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The Kings of Oak Springs, Episode 14, Fourth Sunday fell on the 25th in June, 1876

Updated on June 14, 2014
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Dr. Bill's first passion is family history. His second is a passion for creating family saga, historical fiction stories that share it.

Karl hoped to build a goat fence

Goat demonstrating difficulties of containing them
Goat demonstrating difficulties of containing them | Source

Fourth Sunday preparation included Saturday shopping trip

The King family now had more eggs and more milk and cream to sell at the General Merchandise station each Saturday on their weekly trip. This week, they also decided to purchase some smoked ham and some bacon that they could store in their spring house. It would be few months before they would have their own available. Karl also found the type of fencing material he wanted to use around the orchard to keep the goats in. He knew that was always a challenge, but believed he had found what would work. He got enough materials for a good portion to test it out. Fencing materials would always be reused, if the initial use didn't work as planned.

Katherine did see Nellie Truesdale while they were at the store. Nellie assured her that most of the book club members would be at the Fourth Sunday meeting his month, and they were expecting a planning meeting for all those interested. She saw Nellie while checking to see if they had any mail this week. Anna Olson was very busy on this Saturday handing out mail to the folks in town from the country. When it was her turn, Katherine was pleasantly surprised to see a letter from her younger sister. And, it was quickly obvious that her sister had gotten married. She put the letter in her purse to find a quiet spot to read it before they left town.

Katherine's younger sister, Ann, had been a school teacher in a rural school district just east of Jefferson City. At thirty, she was still relatively young, and attractive, but she seemed content in her life as what most people of the day considered to be a spinster. This letter was to let Katherine know that Ann had married a widower named Joshua Walker, the father of two boys, 9 and 5, who had been pupils of Ann at their school. The mother had a difficult pregnancy during the winter, and both mother and child had died, after her prolonged serious illness. Ann had been supportive, of course, and got to know the father very well, as well as the boys. Mr. Walker said he knew it was unusual, but he knew his late wife would want him to find a good mother for the boys. He felt Ann was a perfect fit. They had married on the 3rd of June.

The first novel in "The Homeplace Saga" series of family saga historical fiction stories

They took home some ham and bacon

A slice of ham
A slice of ham | Source

The King family got back to the farm for a late dinner on this particular Saturday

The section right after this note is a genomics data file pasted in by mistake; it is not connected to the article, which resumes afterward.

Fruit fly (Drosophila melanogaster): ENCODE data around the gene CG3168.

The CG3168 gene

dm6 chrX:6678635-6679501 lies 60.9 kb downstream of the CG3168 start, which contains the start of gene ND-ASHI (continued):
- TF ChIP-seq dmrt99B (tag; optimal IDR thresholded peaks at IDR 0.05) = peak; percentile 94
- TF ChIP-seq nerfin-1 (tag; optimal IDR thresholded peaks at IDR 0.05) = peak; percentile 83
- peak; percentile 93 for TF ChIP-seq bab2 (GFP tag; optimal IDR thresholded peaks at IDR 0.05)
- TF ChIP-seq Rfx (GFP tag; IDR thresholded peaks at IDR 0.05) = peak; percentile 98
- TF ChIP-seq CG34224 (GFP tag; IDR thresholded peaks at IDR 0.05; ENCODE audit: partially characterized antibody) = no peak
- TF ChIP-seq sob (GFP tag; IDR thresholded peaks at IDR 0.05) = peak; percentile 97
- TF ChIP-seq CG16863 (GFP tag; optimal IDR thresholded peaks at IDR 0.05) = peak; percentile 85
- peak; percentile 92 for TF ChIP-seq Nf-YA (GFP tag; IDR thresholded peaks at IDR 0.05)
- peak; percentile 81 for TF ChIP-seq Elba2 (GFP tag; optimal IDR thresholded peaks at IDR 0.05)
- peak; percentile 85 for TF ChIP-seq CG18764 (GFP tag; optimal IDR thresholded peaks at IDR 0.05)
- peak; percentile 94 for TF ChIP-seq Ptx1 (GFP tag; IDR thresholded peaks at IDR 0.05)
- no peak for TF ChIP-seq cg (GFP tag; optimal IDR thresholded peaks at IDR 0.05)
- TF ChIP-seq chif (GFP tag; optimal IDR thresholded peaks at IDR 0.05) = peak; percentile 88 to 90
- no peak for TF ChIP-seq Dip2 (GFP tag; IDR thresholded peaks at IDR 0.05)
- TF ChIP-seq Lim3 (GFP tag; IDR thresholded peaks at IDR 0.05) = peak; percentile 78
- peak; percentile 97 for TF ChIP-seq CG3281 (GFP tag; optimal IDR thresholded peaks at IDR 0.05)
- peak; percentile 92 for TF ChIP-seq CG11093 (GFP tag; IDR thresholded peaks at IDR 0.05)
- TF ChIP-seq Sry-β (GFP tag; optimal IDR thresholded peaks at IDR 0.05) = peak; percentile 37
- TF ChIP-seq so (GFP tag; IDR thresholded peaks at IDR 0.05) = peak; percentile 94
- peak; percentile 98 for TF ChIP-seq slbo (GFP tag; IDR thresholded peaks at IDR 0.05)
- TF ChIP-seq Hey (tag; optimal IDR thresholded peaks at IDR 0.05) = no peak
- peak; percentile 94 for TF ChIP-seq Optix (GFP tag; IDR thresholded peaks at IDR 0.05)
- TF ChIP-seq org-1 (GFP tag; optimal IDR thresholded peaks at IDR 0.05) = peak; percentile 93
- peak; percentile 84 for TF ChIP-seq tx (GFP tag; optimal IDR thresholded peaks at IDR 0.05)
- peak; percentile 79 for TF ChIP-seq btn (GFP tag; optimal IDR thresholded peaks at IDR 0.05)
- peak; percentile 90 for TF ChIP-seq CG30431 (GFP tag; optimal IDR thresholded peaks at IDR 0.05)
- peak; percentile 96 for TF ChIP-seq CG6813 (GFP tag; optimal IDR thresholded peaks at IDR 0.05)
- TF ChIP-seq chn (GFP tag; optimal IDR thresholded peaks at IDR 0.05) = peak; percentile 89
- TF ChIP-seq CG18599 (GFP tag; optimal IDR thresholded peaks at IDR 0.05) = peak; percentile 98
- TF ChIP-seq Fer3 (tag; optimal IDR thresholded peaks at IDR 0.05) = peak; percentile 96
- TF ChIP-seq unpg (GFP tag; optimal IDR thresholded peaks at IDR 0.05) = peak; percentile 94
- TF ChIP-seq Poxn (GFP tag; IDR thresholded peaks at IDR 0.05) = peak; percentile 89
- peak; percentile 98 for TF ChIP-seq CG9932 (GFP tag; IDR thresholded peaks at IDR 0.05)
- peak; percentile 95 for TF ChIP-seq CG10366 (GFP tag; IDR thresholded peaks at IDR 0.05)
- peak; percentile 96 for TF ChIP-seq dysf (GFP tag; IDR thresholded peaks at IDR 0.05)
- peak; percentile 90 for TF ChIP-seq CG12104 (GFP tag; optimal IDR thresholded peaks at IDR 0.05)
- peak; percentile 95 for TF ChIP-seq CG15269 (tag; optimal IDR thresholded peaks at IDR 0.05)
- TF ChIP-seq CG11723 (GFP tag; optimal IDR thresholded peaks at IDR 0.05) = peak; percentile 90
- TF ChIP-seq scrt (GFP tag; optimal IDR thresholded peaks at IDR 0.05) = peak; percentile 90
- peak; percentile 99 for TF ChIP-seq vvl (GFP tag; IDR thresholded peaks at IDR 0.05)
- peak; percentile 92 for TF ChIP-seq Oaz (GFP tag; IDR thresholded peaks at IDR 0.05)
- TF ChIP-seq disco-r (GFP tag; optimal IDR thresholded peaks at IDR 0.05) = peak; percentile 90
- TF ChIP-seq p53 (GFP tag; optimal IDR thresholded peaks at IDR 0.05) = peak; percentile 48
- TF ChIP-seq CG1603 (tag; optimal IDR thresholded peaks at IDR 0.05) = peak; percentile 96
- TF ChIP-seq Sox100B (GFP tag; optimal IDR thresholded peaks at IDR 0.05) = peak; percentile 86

With the ham and bacon in hand, Karl was anxious to get back home from the town shopping this Saturday. They had gotten all the things they needed, and he had work at home he wanted to get done before Sunday. As they ate their dinner, Katherine told Karl more about the news from Ann. She said that Mr. Walker was a merchant in Jefferson City. They had lived in the nearby rural area because his wife did not want to live in the city. With the passing of the wife, Mr. Walker purchased a fine residence, not far from his business. Also, of course, he assumed Ann would no longer be a teacher in that school. She had agreed to be a wife and mother to the two boys. Ann seemed very happy with her new situation.

In the afternoon, everyone did a little extra in whatever tasks they were doing so they would comfortably be able to be gone all day on Sunday, after normal chores. The women worked diligently in the garden. Karl and Keith each spent quality time in the crop fields removing weeds. Kent set out to be sure the goats and the orchard were doing ok. Most everything was fine, except that he noted, for the first time, that on a few of the trees with unusually low limbs, the goats had apparently been feeding on the lower leaves, and even on the bark of the limbs, themselves. Realizing what he was seeing, he inspected a number of the other trees, to see if he had missed other similar occasions. It turned out there were only seven trees affected, from his initial inspection, none of them seriously, it appeared to him.

With that information, he walked across the field to where his father was working and talked to him about it. After a bit of discussion, they agreed that they could re-stake the goats, for the next couple of days, in areas that did not have low limbs, and consider their next actions later. Karl praised Kent for recognizing the problem he saw, and coming to see him about it immediately.